A funny thing happens when you’re sitting with friends at a restaurant and people start to talk about ecology. Somewhere between the appetizer and the second round of drinks, the ideas of “taking care of the environment” and “global warming” get conflated. A conversation about trash gyres, oil spills, or flattened rainforests quickly morphs into a conversation about rising CO2 levels in the earth’s atmosphere.
There are three major problems with this: 1) the two issues aren’t exactly the same and 2) talking about climate change requires a higher baseline knowledge than talking about how it’s a shit idea to have plastic bags floating in the ocean, and therefore 3) many of these conversations quickly devolve.
Perhaps the even bigger issue is that climate change (and science in general) have somehow become highly politicized. It’s a thing that some people believe in and others don’t — hotly debated (even if 97% of scientists are on one side of the debate). Ecological damage to our planet, by comparison, isn’t up for discussion. We have footage, we have pictures, we can see its effects — right now — literally everywhere. (The same is true for climate change, but people don’t really know how to parse pictures of melting ice.)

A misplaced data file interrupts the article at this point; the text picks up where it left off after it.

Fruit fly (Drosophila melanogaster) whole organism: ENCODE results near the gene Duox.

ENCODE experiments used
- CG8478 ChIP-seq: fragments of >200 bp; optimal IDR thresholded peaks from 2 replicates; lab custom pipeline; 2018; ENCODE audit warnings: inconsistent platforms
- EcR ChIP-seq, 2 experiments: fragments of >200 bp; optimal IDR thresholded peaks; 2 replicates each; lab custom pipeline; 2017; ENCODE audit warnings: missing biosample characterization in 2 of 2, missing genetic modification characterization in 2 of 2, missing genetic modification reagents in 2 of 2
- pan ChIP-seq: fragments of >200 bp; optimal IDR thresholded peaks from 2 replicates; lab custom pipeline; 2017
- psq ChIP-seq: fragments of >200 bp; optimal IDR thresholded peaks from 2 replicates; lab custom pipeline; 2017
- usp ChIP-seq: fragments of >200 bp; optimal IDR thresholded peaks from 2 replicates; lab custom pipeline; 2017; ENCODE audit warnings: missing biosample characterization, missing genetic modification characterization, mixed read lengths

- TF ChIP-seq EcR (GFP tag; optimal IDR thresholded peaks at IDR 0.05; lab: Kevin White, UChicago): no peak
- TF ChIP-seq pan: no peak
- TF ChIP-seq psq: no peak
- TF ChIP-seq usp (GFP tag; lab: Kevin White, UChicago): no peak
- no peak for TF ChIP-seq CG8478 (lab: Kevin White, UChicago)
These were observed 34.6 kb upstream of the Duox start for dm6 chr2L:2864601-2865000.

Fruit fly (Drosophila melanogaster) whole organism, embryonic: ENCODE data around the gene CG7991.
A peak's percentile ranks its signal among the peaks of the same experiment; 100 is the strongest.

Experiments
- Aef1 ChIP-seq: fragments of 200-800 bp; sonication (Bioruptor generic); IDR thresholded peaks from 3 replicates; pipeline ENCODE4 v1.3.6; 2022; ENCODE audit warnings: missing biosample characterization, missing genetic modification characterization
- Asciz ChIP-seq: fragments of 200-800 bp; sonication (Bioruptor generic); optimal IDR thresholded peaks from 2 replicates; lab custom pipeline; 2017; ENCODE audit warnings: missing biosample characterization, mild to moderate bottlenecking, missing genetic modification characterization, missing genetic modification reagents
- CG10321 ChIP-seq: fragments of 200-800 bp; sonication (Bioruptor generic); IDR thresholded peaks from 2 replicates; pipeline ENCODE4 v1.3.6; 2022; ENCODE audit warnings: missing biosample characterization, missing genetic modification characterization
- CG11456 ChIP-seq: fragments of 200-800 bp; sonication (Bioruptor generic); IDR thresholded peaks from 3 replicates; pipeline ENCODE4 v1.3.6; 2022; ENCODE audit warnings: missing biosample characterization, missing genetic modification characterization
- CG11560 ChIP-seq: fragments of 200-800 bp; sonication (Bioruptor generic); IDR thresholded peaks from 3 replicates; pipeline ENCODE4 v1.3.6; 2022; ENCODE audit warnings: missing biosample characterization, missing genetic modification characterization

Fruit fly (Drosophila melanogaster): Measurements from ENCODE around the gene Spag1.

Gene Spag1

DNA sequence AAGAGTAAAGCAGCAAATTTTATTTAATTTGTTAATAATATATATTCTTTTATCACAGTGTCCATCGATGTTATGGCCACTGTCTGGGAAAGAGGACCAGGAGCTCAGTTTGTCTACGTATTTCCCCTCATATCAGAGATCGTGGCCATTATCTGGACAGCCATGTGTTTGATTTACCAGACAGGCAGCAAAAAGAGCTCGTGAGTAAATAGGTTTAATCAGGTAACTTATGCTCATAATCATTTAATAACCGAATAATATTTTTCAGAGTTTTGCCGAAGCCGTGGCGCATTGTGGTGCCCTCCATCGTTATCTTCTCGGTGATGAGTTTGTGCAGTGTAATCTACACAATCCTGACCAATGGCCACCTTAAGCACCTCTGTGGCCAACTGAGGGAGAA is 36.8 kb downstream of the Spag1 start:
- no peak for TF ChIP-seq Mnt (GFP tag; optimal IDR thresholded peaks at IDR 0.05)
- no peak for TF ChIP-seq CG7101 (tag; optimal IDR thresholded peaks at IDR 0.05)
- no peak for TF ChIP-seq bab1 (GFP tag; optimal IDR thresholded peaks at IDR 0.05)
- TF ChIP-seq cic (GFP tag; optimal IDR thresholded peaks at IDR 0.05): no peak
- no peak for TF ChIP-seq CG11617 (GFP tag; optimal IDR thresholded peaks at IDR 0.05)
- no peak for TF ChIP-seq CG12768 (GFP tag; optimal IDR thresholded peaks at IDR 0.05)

Which is why, if you believe in stewardship and care for our planet, maybe you shouldn’t even bother with arguing over global warming. Not unless you really know the science and can break it down in detail for the sort of person who might shout over you, “It’s freezing and snowing in New York — we need global warming!”
Maybe the answer — when the debate over ecology gets mired in the shaky scientific knowledge of non-scientists — is to shrug and say, “Okay, let’s say global warming doesn’t exist. Do you want to take care of the planet, or not? Can you agree that having the planet in good condition is a good thing?”
Because that’s perhaps the biggest question we can ask ourselves, unless we are real-live climate scientists: “Are we going to be protectors of this earth?”